On Wednesday, Taylor Swift, the superstar musician, producer and director, delivered her first-ever commencement speech and received an honorary doctor of fine arts degree from New York University.
In her speech to 2022 graduates, Swift talked about how common it is to cringe when you think back on your past. But there was one theme she highlighted throughout her talk: She is not a fan of receiving advice she hadn’t asked for.
“As a rule, I try not to give anyone unsolicited advice unless they ask for it,” Swift said, noting it can do more harm that good.
“As a person who started my very public career at the age of 15, it came with a price. And that price was years of unsolicited advice,” Swift said. “Being the youngest person in every room for over a decade meant that I was constantly being issued warnings from older members of the music industry, the media, interviewers, executives. This advice often presented itself as thinly veiled warnings.
“See, I was a teenager in the public eye at a time when our society was absolutely obsessed with the idea of having perfect young female role models. It felt like every interview I did included slight barbs by the interviewer about me one day ‘running off the rails.’”
Swift’s thoughts about unsolicited career advice begin at 1:14:52 below.
You may not sell over 100 million albums and win three Grammys for Album of the Year, but if you are beginning your career or at a crossroads, you are bound to get finger-wagging advice from people who want to impart their own wisdom — or you might occasionally be tempted to share your own.
Unsolicited career advice is not all bad. But before you give it, do a gut check on why.
Career coach Jasmine Escalera said that she appreciates when people share their experiences and would have enjoyed hearing that more often when she was a young person navigating her career.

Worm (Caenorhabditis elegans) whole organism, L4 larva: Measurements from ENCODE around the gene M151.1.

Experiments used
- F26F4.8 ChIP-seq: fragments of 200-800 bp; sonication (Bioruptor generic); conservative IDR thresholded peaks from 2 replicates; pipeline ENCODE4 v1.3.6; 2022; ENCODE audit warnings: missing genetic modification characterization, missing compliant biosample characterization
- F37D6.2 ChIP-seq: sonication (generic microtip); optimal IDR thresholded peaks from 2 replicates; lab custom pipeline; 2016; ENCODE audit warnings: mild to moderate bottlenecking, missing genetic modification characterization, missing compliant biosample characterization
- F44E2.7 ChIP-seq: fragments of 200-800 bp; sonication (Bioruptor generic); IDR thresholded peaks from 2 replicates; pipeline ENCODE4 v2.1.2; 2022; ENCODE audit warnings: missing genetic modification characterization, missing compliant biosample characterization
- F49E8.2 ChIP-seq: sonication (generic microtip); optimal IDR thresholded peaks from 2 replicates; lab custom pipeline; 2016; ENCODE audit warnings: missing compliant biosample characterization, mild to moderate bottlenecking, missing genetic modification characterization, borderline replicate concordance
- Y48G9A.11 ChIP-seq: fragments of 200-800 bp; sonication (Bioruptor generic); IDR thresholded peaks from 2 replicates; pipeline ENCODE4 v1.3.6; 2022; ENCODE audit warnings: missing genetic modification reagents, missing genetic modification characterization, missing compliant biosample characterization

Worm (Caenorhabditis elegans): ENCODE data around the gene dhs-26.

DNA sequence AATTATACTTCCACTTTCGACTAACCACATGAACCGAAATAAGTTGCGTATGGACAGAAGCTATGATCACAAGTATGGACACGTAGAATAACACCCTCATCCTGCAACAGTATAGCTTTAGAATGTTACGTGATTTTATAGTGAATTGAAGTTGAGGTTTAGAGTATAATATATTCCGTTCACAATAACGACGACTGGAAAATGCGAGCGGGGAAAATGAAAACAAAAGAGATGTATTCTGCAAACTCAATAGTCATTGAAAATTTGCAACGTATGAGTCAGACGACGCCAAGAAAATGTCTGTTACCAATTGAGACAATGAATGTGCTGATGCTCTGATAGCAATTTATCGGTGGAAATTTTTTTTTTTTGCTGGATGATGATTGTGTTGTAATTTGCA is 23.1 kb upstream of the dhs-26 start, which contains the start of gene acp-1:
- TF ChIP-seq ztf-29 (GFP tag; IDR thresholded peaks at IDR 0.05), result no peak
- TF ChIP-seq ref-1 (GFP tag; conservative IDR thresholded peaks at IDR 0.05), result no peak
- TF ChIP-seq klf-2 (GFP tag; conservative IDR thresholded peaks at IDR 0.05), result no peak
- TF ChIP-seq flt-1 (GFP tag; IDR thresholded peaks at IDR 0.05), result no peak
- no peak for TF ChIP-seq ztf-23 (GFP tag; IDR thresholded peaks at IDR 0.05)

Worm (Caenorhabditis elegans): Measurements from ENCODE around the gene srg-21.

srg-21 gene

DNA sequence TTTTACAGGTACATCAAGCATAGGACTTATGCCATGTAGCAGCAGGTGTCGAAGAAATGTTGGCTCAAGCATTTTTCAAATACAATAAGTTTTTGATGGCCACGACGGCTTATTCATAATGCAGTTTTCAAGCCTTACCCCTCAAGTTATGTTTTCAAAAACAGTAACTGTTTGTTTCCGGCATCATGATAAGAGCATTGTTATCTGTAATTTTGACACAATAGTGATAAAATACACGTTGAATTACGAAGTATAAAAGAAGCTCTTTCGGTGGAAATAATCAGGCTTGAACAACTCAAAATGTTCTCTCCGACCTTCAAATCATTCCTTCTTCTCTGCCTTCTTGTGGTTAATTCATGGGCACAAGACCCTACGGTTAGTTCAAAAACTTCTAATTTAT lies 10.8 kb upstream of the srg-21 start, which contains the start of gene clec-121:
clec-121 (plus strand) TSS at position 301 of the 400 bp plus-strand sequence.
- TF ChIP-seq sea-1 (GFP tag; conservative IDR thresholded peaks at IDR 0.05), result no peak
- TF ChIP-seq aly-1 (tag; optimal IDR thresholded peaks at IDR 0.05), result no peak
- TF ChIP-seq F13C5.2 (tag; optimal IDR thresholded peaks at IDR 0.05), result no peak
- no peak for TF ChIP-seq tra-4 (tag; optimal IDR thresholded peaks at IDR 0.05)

“As the first in my family to attend college [and] graduate school and navigate a high-level career, I would have enjoyed the opportunity to obtain every nugget of career advice I could,” she said. “I could not be educated on navigating this new space by my family or community. And any advice they provided was based on their own limiting beliefs and lack of experience, which were not in service of the growth and opportunities I had the privilege to receive. I often wonder how my career would have been different if I had more women of color around me to speak about their journeys and offer wisdom that was not available to me.“
But on the flip side, Escalera said even when advice is warranted, those giving it need to be careful to make sure that their support is not just a projection of their own experiences and challenges.
“As someone giving advice, we must be aware that without knowing an individual’s story, struggle and tenacity, we cannot know what situations will arise for them individually or even how they would handle them if they do,” she said. “Advice should always be given to help, and never assume that every situation or circumstance will be the same for each individual.“
Too often, mentors project their own anxieties and fears onto those at the beginning of their careers.